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Dyspnea in the Dying

Managing Shortness of Breath


Updated May 21, 2014

Shortness of breath, also known as dyspnea, is an uncomfortable awareness of breathing. An estimated 55-70% of patients near the end of life experience this. It can be more distressing than pain to some patients and must be treated promptly.

There are many causes of shortness of breath, or dyspnea. Some causes are directly related to the underlying disease, especially if the diagnosis is respiratory in nature such as lung cancer and chronic obstructive pulmonary disease (COPD). Other causes can be secondary such as pneumonia or severe weakness. Anxiety is common with dyspnea and can make it worse.

Tips for Managing Anxiety

People experiencing dyspnea will often describe it as “shortness of breath”, “tightness in the chest”, “can’t breathe”, or a feeling of “smothering”. Respiration rate, or the rate of breathing, will increase and the chest may retract as the patient uses extra muscles to help them breathe. If oxygen levels are severely compromised, discoloration may occur in the nail beds and lips.

If your loved one or patient is experiencing dyspnea, contact their treating physician immediately. The doctor or a nurse can guide you in the best treatment to provide comfort. Because the goal of palliative care and hospice is comfort, you will most likely not want to call 911. If your patient is under hospice care, you will want to call the hospice agency. The hospice nurse will give you instructions over the phone and will likely send a nurse out to evaluate the symptoms.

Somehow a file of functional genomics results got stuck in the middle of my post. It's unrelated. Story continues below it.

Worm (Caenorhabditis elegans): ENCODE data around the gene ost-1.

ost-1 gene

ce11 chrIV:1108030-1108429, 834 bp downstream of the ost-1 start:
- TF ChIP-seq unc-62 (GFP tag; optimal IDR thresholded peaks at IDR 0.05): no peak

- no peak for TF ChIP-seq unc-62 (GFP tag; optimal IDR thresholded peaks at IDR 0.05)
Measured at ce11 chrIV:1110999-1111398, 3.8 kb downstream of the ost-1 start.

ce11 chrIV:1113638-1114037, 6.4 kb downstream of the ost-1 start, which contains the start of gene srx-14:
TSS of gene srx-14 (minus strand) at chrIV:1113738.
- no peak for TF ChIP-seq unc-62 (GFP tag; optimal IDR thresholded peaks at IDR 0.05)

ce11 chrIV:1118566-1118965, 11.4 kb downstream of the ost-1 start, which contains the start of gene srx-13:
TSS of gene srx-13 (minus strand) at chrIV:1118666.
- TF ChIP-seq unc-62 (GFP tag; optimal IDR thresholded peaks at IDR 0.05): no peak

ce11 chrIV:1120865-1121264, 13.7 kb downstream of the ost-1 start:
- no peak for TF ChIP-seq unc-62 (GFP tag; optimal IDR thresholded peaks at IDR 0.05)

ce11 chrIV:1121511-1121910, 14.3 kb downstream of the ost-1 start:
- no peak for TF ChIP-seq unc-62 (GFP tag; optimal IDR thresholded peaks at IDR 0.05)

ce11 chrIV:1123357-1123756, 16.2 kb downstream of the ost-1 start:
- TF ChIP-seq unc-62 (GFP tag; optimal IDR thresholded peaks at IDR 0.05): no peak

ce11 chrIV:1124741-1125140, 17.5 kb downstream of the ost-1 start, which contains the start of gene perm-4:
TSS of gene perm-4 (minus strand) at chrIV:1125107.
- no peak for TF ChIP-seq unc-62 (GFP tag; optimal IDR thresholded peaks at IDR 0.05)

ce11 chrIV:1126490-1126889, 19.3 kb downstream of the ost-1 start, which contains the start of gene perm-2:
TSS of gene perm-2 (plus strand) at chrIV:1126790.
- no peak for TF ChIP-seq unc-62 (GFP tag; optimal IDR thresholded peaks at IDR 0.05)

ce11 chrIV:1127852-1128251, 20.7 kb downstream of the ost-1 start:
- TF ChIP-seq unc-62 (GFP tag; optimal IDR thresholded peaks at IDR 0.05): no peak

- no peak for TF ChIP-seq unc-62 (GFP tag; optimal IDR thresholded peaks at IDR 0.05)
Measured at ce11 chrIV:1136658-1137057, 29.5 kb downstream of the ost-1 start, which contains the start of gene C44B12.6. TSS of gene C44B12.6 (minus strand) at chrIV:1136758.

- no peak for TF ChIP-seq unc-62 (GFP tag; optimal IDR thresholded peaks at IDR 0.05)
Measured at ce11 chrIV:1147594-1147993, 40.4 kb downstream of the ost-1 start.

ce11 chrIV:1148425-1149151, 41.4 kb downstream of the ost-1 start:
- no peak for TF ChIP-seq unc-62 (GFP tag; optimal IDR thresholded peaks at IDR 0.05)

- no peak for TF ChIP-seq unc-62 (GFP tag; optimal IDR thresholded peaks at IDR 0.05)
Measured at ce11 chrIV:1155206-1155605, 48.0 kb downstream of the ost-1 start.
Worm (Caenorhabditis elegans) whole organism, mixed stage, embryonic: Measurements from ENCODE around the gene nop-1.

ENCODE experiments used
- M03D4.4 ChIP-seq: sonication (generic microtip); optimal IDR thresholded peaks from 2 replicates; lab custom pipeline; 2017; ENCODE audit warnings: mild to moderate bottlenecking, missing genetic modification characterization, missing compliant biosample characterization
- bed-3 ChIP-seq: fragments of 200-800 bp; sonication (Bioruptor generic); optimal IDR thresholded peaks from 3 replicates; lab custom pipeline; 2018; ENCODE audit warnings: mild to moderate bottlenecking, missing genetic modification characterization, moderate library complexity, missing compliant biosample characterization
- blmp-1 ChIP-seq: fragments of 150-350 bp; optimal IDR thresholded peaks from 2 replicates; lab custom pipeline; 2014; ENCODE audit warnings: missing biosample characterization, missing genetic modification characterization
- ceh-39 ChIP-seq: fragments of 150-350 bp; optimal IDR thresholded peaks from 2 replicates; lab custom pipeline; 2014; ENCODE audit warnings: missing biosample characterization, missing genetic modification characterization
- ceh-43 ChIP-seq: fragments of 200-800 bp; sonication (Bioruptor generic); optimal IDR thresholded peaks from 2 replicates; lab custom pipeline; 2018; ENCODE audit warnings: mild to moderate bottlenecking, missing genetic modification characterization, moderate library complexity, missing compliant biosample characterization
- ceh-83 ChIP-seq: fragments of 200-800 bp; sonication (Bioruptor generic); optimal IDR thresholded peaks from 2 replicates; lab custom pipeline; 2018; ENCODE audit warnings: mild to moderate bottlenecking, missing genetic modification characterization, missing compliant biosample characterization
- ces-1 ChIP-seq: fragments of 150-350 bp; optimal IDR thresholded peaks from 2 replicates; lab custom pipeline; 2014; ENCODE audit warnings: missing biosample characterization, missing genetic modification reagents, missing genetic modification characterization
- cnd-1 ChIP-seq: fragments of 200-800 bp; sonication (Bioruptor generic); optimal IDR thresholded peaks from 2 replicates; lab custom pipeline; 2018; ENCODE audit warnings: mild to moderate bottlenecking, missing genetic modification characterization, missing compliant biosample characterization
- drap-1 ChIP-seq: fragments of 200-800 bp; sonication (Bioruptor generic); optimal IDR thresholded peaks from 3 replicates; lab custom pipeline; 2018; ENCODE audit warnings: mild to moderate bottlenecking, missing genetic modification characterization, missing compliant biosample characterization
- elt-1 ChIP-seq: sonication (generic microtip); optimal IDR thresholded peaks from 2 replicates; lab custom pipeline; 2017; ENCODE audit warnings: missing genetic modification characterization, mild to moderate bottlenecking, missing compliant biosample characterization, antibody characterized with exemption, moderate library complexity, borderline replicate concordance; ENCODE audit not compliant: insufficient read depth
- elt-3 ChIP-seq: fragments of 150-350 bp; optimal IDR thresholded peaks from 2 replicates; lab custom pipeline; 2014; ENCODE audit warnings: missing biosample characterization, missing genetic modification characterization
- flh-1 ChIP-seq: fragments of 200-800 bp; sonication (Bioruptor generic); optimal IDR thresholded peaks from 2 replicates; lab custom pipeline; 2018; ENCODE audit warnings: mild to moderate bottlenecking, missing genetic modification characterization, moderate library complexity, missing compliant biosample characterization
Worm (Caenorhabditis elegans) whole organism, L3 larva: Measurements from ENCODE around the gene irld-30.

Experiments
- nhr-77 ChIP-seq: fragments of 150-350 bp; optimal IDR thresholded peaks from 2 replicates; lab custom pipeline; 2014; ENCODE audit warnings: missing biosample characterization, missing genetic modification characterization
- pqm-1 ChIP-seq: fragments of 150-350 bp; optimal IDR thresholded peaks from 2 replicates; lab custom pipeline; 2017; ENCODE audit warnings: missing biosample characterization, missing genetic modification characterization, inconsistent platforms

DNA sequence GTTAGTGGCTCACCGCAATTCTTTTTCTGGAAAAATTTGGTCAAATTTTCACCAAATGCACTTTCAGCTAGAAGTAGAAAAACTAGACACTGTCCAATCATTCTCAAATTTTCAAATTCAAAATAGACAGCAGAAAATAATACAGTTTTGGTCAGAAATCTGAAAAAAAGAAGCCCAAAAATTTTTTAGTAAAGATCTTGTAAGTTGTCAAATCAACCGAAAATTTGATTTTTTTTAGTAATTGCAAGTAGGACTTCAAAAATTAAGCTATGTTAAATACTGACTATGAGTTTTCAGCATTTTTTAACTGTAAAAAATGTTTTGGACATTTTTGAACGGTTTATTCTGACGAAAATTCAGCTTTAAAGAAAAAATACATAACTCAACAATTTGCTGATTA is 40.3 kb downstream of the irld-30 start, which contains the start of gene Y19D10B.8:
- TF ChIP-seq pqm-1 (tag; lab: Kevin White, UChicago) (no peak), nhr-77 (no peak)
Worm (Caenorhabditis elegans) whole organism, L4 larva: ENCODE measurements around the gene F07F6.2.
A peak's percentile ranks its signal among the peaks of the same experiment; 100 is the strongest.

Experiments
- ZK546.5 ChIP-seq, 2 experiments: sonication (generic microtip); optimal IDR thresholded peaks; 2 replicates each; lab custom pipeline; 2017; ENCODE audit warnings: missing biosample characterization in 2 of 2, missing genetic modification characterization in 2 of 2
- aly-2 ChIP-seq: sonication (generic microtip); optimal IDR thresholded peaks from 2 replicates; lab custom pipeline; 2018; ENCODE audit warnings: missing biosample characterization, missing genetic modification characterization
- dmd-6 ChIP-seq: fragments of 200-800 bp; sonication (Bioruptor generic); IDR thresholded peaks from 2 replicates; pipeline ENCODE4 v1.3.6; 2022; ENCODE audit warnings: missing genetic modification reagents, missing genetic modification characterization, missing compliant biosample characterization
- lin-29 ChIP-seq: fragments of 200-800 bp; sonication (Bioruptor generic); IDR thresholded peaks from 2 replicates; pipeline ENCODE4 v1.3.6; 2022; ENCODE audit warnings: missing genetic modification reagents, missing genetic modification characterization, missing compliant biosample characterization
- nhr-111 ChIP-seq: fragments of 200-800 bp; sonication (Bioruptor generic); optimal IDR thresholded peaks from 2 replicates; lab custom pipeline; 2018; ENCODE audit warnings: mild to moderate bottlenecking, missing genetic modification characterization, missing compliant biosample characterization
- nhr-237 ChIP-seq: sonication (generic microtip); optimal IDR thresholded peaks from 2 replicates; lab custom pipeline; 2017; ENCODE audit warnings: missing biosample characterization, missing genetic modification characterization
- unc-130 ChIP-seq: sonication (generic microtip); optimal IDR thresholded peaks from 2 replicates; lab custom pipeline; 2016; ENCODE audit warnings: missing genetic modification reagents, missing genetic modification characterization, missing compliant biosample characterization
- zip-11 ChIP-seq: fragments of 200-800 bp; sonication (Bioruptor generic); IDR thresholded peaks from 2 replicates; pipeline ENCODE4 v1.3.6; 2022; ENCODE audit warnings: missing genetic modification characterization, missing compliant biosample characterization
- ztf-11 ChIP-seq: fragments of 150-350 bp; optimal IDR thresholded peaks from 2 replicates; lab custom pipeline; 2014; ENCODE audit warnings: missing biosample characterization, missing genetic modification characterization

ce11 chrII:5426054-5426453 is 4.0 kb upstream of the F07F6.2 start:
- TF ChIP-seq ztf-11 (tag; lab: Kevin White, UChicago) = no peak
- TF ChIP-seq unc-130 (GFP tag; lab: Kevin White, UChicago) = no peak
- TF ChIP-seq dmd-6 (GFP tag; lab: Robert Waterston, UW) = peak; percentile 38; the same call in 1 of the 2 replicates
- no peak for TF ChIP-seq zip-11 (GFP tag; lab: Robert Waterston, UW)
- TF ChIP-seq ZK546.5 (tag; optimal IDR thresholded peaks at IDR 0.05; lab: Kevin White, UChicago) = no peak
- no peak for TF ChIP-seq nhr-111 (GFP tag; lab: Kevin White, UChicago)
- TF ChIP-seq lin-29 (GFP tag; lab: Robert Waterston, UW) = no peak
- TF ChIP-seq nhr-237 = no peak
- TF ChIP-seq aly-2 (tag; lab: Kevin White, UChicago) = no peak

Treating Shortness of Breath

Treatments of dyspnea focus on relieving the feeling of breathlessness. The administration of oxygen is usually the first line of treatment. If the cause of dyspnea is a chronic illness like COPD, medications for that illness may be reevaluated and adjusted if necessary. Morphine is commonly used to relieve breathlessness. Morphine works in several ways to decrease the the sensation of breathlessness; by dilating blood vessels in the lungs, reducing respiration rate, increasing depth of breathing, and reducing levels of anxiety. Anti-anxiety medications such as lorazepam can also reduce anxiety, which can make dyspnea worse, and increase comfort levels.

What You Can Do NOW

Non-medical interventions are very important in treating dyspnea and can be implemented during medical treatment or while waiting for help to arrive. Some things you can do include:

  • Cool the room and make sure patient has on light weight clothing.
  • Use a fan to blow air directly at the patient's face, as long as it is tolerated well.
  • Open a window to provide a breeze and fresh air.
  • Have the patient sit upright in bed and focus on deep breathing.
  • Try relaxation techniques – Play relaxing music, use massage or other relaxing touch of the patient's choice. If you are familiar with guided imagery and meditation, both techniques may help.
  • Provide emotional support – Listening closely to what the patient has to say and providing reassurance can go a long way.


Kinzbrunner, BM; Weinreb, NJ; Policzer, JS; 20 Common Problems: End of Life Care, McGraw-Hill Publishing, 2002.

Ferrell, BR and Coyle, N; Textbook of Palliative Nursing, Oxford University Press, 2006.

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